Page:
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Life in the lab changes bacteria

Genome sequencing reveals differences between wild and domesticated strains

Oeiras, 04.03.2013

The bacterium Bacillus subtilis is a model organism as well as a workhorse in industrial applications. Its genome was the second of a free-living organism to be sequenced, in 1997, following that of Haemophilus influenza. But the genome of the laboratory strain lacks many genes present in the wild strain isolated from poultry, something that became apparent after researchers from the Microbial Developmental group of the ITQB, in partnership with the Computational Genomics group of the IGC, and the company DSM Nutritional Products, obtained the first genome sequence of a gut strain of B. subtilis. The new sequence, now deposited in GenBank, is presented in the first issue of the journal Genome Announcements.

Long viewed as a soil-dwelling bacterium, recent studies established that this widely used organism has a bi-phasic life-cycle, alternating between the soil and the gut of various animals. For instance, it has been shown that B. subtilis undergoes multiple cycles of growth and sporulation in the gut. However, the genetic determinants involved in host colonization have been unknown. By analyzing the genome of a gut strain B. subtilis, researchers identified many genes thought to be advantageous in the gut, which are absent from the "domesticated" strains used in laboratories around the world. Among those, are genes involved in robust biofilm formation, utilization of complex sugars, or collagen-binding adhesins.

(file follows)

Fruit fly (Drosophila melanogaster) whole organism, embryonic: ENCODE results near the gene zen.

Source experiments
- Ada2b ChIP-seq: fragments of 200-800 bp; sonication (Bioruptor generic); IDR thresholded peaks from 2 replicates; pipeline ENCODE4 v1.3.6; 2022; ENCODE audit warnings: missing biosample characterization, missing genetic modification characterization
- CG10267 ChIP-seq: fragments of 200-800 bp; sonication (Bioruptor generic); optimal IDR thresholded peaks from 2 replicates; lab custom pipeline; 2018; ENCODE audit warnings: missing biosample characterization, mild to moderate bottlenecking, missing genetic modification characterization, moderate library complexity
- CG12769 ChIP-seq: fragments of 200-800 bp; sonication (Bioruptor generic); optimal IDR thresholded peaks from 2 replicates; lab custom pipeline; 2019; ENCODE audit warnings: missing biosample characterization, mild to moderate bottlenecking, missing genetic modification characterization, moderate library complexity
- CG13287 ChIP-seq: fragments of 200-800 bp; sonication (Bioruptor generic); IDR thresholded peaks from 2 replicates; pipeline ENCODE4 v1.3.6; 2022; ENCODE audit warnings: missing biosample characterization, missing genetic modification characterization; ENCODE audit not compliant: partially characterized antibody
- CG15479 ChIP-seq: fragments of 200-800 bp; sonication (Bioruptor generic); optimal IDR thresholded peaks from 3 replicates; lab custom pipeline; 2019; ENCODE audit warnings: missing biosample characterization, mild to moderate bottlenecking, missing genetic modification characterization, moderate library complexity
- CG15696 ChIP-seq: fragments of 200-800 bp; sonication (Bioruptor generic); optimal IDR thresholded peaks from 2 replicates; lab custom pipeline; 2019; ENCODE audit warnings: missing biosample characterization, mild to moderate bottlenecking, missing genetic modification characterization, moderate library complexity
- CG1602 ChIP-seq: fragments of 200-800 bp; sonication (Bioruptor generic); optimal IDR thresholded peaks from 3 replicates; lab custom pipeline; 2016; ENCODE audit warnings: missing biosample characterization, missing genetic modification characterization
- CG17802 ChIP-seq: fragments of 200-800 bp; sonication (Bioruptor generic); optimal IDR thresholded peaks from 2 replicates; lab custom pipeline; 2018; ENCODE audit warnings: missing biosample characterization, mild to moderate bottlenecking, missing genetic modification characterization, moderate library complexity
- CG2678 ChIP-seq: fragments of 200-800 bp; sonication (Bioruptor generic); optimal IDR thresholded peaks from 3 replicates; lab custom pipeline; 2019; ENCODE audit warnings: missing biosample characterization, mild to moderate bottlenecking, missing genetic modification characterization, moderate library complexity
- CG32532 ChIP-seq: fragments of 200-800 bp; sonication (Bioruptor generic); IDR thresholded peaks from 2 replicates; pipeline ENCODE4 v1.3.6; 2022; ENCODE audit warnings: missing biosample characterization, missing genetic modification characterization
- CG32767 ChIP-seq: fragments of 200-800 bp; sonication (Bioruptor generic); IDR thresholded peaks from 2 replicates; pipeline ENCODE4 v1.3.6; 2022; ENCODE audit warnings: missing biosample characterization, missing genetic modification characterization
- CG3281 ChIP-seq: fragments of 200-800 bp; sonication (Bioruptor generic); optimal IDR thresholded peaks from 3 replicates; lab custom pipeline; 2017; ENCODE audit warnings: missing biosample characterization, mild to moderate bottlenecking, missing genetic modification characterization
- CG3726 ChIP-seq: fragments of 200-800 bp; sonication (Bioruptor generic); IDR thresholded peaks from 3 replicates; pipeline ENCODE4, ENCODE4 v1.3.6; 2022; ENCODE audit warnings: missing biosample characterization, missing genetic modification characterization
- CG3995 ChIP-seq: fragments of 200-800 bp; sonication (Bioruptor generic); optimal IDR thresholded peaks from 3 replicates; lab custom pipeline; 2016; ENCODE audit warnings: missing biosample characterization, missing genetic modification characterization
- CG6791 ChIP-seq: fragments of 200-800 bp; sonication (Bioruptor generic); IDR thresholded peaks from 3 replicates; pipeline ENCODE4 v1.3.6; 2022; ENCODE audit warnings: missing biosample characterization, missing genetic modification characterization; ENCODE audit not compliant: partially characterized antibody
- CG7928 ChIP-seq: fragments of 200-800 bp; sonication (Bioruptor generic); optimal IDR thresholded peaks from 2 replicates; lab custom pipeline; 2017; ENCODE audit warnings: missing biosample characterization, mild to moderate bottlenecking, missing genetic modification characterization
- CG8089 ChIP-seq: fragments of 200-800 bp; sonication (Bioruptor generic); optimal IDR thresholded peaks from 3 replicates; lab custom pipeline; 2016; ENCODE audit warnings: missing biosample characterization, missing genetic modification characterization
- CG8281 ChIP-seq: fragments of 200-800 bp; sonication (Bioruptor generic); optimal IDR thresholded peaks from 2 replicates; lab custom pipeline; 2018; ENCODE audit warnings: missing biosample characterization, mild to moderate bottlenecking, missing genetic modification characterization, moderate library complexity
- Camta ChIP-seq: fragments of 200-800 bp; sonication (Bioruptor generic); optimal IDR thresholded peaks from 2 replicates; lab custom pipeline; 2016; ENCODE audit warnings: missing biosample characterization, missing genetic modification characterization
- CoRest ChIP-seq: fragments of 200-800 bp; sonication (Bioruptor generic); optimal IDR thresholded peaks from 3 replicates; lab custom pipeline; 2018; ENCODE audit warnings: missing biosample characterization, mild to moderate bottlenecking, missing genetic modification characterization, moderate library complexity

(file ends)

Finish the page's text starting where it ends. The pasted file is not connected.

B. subtilis has been studied in the laboratory for well over a century. During this time, manipulations in the laboratory have affected the bacterial genome, generation after generation. The sequencing of a wild strain of B. subtilis and its comparison with the genome of laboratory strains provides also important insights into the process of bacterial domestication.

The ability of B. subtilis, and related organisms to differentiate highly resistant endospores, has spurred a number of applications in biotechnology and biomedicine. Among those applications, is the inclusion of spores in highly successful commercial formulations of probiotics. The genome of the gut strain represents an important platform for further development of B. subtilis as a tool in biotechnology/biomedicine.


Original Article

Genome Announc. (2013) vol. 1 no. 1 e00184-12

Genome of a Gut Strain of Bacillus subtilis

Ghislain Schynsa, Cláudia R. Serrab, Thomas Lapointea, José B. Pereira-Lealc, Sébastien Potota, Patrick Fickersd, John B. Perkinsa, Markus Wyssa, Adriano O. Henriquesb

a- Research and Development, DSM Nutritional Products Ltd., Kaiseraugst, Switzerland
b - Instituto de Tecnologia Química e Biológica, Universidade Nova de Lisboa, Oeiras, Portugal

c - Instituto Gulbenkian de Ciência, Oeiras, Portugal
d - Biotechnology and Bioprocess, Université Libre de Bruxelles, Brussels, Belgium


Genome Announcements is a new online-only, fully open access journal that publishes short manuscripts announcing the availability of recently sequenced genomes of prokaryotic and eukaryotic microbes and viruses in public databases. These announcements inform readers of the availability of new genome sequences and provide the rationale for sequencing a particular organism, as well as details of the methodologies and protocols used in assembly of the genome sequence. Manuscripts submitted to Genome Announcements will be editorially reviewed for appropriate content; submissions will be accepted and published at the editor's discretion.


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